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Social Security plans questioned

Privatizing the program would put rural Missourians at risk, a report says.
Wednesday, June 29, 2005 | 12:00 a.m. CDT; updated 1:14 a.m. CST, Tuesday, February 24, 2009

 

Missourians United to Protect Social Security unveiled a report on Tuesday saying the Bush administration’s plans to privatize Social Security and reduce benefits would jeopardize the financial future of 386,120 rural residents statewide who receive checks each month.

 

“I’m really troubled that this administration would want to replace a program that has relieved more people living their golden years in abject poverty than any other program,” state Rep. Wes Shoemyer, D-Clarence, said during a news conference detailing the findings of the report.

 

The five-page report outlines data that the group says demonstrate the adverse effects a Social Security overhaul would have on people 60 and older, who make up 20 percent of the rural population.

 

Playing on an assumed socioeconomic divide between urban and rural residents, the report also asserts that cutting benefits and offering private accounts would mean removing some people’s only means of financial stability.

 

“Many of these folks do not have pension plans that are available to people in urban areas,” Shoemyer said. “To roll the dice with Wall Street is wrong.”

 

The report said that in 2003, 8.9 percent of all rural income nationwide came from Social Security, compared to 5.2 percent in urban areas. Boone County Commissioner Skip Elkin said that given those figures, any cut in benefits would go right to the bone.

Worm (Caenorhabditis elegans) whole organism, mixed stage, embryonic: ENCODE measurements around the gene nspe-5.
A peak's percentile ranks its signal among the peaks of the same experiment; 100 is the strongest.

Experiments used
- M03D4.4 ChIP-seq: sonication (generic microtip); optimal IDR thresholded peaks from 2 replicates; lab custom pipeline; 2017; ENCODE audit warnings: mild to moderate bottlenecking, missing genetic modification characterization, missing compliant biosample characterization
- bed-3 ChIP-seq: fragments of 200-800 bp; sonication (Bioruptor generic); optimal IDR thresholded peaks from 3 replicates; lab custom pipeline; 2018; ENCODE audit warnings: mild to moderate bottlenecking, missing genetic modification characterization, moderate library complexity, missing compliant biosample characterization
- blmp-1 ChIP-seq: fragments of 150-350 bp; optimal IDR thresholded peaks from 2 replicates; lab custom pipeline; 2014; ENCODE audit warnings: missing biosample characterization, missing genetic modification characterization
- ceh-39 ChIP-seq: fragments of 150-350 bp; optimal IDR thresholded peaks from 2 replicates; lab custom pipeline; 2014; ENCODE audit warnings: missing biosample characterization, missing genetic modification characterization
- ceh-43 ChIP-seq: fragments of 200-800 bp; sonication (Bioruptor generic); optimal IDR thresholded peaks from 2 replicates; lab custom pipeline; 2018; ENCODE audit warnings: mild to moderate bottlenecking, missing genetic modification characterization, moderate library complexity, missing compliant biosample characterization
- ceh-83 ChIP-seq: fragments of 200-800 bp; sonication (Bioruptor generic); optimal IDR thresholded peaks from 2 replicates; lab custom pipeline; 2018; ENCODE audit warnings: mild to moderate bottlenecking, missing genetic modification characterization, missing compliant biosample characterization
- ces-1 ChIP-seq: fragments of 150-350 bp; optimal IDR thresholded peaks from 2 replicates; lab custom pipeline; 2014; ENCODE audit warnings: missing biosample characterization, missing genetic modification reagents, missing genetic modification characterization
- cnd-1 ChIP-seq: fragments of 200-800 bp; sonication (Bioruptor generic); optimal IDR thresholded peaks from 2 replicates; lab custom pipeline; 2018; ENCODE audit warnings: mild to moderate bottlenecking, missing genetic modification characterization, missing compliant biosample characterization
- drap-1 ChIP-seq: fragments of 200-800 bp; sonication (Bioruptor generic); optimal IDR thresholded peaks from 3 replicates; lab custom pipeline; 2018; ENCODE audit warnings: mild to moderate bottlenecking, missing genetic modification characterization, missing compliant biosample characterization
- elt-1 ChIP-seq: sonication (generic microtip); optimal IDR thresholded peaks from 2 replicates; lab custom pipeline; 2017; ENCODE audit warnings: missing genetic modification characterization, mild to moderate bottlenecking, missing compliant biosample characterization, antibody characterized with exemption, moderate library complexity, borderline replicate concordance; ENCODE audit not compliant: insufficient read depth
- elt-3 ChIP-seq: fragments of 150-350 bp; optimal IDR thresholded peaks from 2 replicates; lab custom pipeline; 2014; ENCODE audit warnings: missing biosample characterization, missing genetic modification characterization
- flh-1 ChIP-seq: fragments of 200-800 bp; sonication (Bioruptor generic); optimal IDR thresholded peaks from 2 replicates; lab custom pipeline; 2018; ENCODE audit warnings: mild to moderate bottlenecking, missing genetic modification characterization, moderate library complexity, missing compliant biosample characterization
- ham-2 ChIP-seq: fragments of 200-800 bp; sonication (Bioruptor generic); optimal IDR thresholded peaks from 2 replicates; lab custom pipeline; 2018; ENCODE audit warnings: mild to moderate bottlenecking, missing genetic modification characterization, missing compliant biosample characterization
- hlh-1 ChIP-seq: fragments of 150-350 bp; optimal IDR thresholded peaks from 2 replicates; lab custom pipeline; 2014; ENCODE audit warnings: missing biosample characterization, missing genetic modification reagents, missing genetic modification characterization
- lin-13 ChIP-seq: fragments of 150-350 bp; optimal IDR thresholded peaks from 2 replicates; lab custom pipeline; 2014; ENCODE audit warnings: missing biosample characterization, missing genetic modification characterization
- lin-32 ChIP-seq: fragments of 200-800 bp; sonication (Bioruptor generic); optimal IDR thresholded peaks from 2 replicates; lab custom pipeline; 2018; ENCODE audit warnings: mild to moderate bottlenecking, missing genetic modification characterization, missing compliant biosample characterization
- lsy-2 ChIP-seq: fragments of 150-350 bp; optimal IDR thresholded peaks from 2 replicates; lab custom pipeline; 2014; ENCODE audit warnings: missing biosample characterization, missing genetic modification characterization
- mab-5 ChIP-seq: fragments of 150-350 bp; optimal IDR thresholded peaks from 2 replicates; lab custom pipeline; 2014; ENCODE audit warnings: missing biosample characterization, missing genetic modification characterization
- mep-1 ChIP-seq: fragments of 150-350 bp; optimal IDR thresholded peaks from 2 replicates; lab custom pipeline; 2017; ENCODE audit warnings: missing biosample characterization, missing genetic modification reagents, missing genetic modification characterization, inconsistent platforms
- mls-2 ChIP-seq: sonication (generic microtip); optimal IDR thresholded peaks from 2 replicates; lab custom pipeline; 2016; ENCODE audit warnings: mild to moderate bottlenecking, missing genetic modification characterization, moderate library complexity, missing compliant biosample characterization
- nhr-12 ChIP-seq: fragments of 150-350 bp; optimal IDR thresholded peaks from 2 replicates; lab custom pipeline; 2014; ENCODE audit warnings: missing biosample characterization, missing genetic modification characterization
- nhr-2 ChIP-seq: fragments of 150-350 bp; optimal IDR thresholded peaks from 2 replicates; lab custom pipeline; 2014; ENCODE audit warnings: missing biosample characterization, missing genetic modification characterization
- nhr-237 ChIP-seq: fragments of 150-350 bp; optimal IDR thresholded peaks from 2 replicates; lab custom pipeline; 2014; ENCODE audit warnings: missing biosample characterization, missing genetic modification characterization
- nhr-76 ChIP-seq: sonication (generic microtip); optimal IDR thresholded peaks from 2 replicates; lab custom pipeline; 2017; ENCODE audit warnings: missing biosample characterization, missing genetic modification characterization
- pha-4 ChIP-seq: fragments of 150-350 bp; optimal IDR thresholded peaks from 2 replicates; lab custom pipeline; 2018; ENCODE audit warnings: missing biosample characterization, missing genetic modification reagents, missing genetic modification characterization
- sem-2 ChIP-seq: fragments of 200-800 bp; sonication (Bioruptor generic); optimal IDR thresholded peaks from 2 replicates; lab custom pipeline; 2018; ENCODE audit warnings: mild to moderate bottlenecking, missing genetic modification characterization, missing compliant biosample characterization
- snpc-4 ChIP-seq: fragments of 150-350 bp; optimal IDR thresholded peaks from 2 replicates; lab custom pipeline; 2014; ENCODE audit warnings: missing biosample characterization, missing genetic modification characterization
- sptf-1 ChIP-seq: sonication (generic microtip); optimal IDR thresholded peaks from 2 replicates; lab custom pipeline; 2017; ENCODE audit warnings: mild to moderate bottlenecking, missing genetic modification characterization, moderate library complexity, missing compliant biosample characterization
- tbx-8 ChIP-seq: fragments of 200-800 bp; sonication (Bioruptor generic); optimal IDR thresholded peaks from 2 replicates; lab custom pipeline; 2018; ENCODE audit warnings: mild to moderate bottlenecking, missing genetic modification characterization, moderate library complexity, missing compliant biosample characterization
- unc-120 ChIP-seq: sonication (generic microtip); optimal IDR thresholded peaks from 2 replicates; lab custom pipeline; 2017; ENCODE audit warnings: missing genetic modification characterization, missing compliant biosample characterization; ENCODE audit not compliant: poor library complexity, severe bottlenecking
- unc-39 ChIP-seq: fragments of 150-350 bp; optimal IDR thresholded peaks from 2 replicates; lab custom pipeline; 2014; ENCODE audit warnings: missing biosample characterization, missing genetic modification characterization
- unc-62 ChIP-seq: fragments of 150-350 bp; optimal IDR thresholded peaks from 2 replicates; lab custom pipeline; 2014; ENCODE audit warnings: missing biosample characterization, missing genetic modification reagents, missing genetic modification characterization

“If those funds are not there, all of Missouri, and all of the United States, suffers,” Elkin said.

 

Both Elkin and Shoemyer said any fallout from a failure of private investment accounts, which have been championed by President Bush and congressional Republicans, would present challenges for all levels of government.

 

Shoemyer said the problem eventually would fall into the laps of city and county officials.

 

“If it works, great, but what if it doesn’t work?” Shoemyer asked. “Someone is going to have to pick up the slack. We can’t just set these folks that have nothing — no resources — aside.”

 

The news conference follows repeated efforts by the group to organize town hall meetings with U.S. Rep. Kenny Hulshof, R-Mo., over the past six months. The group said Hulshof has rebuffed every attempt to organize such an event. Hulshof sits on the House Ways and Means Committee, which can help shape the potential legislation.

 

“We’ve tried to set up a meeting about three times now,” said Rachel Wright, spokeswoman for the Missouri Progressive Vote Coalition. “His staff has told the media that he’s not interested in meeting with these types of groups and these kinds of people.”

 

Hulshof spokesman Scott Baker said that Hulshof has sat down with other groups concerned about Social Security reform but that groups such as Missourians United to Protect Social Security are only looking to cause a political ruckus.

 

“He has had thoughtful discussions with different groups not involved in creating a political circus and political gamesmanship,” Baker said.

 

Despite Hulshof’s reluctance, Wright, Elkin, Shoemyer and Russ Kremer, president of the Missouri Farmers Union, said the goal of the report is to communicate the concerns of constituents and to pressure Hulshof.


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